Another cycling analogy here (last one I promise!). This one is about momentum. For me, cycling to work is divided into three very clear types of terrain: downhill (easy), flat (neutral) and uphill (hard). After a long day, those uphills can take a lot out of me and I’m not the only one struggling.
But this post is about what people do on the downhills and flats. Every now and again, I’ll see a cyclist on the same route who takes it REALLY slow on those parts. I can understand that – conserving energy for the hills, I guess. But here’s the thing: on my route most of those downhills or flats end in a hill and the faster you take the easy parts the more momentum you build for the hills. Approach a hill slowly and you have to work so much harder to make progress. Whereas if you take advantage of the momentum you can build on the easy or neutral sections, half the work is done for you when you hit that hard section.
Production isn’t cycling but it still has its easy parts, neutral parts and its hard parts. There will be challenges. There will be struggles. So the more you can take advantage of the easy and neutral parts, the better. You can get that momentum going, you can build a bank of great work, make plans for the tougher sections ahead, create any buffers possible and buy you that bit of extra leeway for when things get hard. And they will get hard at times.
Even if you can take it easy… don’t. Keep pedalling.
It’s a cycling analogy today. I have recently been cycling into our lovely Mooshku studio to make some wonderful things for kids. Cycling is is a great way to travel but it’s not without its obstacles in Dublin city. One of those is a particular cyclist on my route.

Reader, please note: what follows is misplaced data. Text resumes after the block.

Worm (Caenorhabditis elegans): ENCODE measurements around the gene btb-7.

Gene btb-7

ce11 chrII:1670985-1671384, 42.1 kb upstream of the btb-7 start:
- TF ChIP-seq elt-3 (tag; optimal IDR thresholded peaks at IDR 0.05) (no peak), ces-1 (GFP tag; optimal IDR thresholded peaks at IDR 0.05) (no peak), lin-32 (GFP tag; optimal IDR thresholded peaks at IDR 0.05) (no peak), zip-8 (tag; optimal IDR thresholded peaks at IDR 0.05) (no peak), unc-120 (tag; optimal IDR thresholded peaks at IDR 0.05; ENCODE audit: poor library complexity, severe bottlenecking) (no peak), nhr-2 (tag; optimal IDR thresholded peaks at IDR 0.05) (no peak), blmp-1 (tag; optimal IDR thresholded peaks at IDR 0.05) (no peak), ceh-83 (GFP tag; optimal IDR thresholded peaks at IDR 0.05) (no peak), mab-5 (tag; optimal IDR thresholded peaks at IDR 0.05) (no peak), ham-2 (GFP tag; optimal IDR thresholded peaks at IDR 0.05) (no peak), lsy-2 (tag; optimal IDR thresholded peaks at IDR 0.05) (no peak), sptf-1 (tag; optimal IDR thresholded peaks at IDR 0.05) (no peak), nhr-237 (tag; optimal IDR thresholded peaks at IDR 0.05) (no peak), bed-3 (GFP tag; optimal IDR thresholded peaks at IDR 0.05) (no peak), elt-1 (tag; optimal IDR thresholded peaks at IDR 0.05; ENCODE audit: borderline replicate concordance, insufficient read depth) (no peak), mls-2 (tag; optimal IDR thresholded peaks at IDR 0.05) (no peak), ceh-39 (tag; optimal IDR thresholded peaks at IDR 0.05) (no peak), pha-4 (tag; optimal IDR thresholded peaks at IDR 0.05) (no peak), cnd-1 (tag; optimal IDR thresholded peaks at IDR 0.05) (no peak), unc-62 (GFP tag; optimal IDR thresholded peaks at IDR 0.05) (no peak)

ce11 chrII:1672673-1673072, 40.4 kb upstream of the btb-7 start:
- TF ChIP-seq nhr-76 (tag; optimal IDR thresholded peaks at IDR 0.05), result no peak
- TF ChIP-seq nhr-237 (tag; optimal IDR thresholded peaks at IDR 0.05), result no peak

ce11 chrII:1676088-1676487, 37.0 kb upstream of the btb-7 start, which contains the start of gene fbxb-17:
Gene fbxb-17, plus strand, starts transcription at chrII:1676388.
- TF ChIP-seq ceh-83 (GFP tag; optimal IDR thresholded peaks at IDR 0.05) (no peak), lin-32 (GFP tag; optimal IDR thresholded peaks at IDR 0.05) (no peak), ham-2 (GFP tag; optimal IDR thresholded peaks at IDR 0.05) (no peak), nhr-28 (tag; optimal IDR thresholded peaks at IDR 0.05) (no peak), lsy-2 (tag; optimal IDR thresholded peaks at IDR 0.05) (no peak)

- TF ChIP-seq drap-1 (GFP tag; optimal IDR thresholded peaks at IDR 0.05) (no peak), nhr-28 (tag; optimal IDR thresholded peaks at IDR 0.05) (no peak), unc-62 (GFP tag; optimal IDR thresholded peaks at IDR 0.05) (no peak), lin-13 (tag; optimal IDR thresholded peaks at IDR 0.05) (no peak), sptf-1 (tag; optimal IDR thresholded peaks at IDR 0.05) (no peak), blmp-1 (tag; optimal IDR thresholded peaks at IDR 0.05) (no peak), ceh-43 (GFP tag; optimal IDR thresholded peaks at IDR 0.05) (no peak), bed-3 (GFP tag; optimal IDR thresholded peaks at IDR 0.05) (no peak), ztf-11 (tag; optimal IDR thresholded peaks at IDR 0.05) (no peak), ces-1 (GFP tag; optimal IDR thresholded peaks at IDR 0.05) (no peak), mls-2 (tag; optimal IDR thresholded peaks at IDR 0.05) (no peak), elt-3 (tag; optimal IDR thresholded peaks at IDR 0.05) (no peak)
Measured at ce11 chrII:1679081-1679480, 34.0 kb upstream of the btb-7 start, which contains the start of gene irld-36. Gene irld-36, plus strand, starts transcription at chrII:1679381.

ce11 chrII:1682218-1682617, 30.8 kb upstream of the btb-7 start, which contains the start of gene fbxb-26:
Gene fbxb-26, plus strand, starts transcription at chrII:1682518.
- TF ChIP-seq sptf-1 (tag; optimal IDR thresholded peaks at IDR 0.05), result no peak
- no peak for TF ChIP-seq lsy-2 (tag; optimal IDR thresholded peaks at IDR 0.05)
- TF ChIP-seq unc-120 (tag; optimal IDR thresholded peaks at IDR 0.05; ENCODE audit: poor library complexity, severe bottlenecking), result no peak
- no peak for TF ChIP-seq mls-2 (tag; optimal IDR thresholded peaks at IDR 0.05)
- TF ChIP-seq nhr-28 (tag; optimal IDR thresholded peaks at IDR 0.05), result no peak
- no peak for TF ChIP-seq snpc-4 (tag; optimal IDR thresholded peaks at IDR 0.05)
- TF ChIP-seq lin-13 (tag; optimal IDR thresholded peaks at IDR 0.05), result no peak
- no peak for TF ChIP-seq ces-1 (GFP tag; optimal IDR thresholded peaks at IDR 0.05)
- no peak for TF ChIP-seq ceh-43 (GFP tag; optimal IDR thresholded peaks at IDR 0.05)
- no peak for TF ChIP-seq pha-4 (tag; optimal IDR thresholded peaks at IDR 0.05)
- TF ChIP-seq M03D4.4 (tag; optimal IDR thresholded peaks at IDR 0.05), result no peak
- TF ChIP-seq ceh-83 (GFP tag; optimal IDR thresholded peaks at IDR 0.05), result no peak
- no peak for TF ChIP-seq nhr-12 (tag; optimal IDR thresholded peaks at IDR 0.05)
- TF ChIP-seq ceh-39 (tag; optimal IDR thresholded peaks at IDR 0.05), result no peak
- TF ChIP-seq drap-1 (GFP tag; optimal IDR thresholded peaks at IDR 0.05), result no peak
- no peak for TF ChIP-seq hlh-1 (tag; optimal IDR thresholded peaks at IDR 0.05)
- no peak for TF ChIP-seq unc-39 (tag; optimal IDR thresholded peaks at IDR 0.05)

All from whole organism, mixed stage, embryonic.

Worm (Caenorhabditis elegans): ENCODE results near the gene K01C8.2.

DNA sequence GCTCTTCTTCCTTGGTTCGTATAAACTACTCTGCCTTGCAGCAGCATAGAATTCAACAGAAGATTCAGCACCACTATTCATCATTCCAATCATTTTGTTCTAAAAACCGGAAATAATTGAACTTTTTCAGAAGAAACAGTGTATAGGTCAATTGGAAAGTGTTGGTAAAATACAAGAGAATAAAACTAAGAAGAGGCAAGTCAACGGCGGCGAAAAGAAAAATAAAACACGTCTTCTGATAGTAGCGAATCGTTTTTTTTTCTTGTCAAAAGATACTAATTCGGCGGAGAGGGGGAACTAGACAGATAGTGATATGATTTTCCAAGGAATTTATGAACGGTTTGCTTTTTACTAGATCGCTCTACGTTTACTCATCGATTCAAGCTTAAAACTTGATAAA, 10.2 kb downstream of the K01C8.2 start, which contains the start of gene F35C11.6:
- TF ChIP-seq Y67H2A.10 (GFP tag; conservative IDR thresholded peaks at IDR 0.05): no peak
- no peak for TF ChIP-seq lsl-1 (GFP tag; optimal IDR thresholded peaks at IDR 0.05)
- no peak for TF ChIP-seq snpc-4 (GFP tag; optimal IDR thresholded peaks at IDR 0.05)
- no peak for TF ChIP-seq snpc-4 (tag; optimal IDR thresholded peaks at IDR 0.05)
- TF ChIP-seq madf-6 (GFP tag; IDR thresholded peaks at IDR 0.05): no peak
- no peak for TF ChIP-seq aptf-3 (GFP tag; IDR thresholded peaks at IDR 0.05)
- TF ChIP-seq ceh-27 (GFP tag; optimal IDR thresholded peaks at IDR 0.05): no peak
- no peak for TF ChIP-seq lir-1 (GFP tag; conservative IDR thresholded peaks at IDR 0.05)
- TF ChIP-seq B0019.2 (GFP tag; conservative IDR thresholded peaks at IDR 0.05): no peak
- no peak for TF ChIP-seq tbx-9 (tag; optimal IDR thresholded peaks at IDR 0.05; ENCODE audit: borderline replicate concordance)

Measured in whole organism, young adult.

When everyone is waiting at red lights (there are actually some cyclists who stop at red lights in Dublin… a few of us), this cyclist moves past everyone and goes to the front. Jumping the queue. Now there is an etiquette question there but that’s not the real issue. The issue is that this cyclist is a REALLY SLOW cyclist.
So this cyclist jumps to the top of the pack and, once that light goes green, every other cyclist is hampered by her lack of speed. They have to find safe places to pass, which isn’t easy in Dublin. And then it happens all over again if you’re unlucky enough to land at the same set of lights again. This cyclist gets in the way of other cyclists and becomes an obstacle in the journey we’re all taking.
So two things here relate to production and they both come from the basic reality that everything has an order in production.
1) Know the optimum order of events. There is usually a very clear set of steps in any production and they have to happen in the correct order. Find out what depends on the elements you are supplying. Who are they critical to? There may be opportunities to skip ahead but you might gain nothing doing so. You might even build in more problems to solve. So know your order. Unlike that cyclist jumping ahead and gaining nothing, assess the production equivalent of the cyclists around you and find that optimum order and try to stick to it.
2) Once you know your place in that order, keep the pace. Don’t slow down. Don’t delay the other processes coming behind you. They shouldn’t ever need to pass you. You must keep up with the schedule. Everything behind you depends on it. Don’t be late.
There are too many stages to animation production, too many potential logjams, to let one part of it break the whole production or put too much stress on everyone else trying to keep to the schedule. Be aware of the order and keep the pace.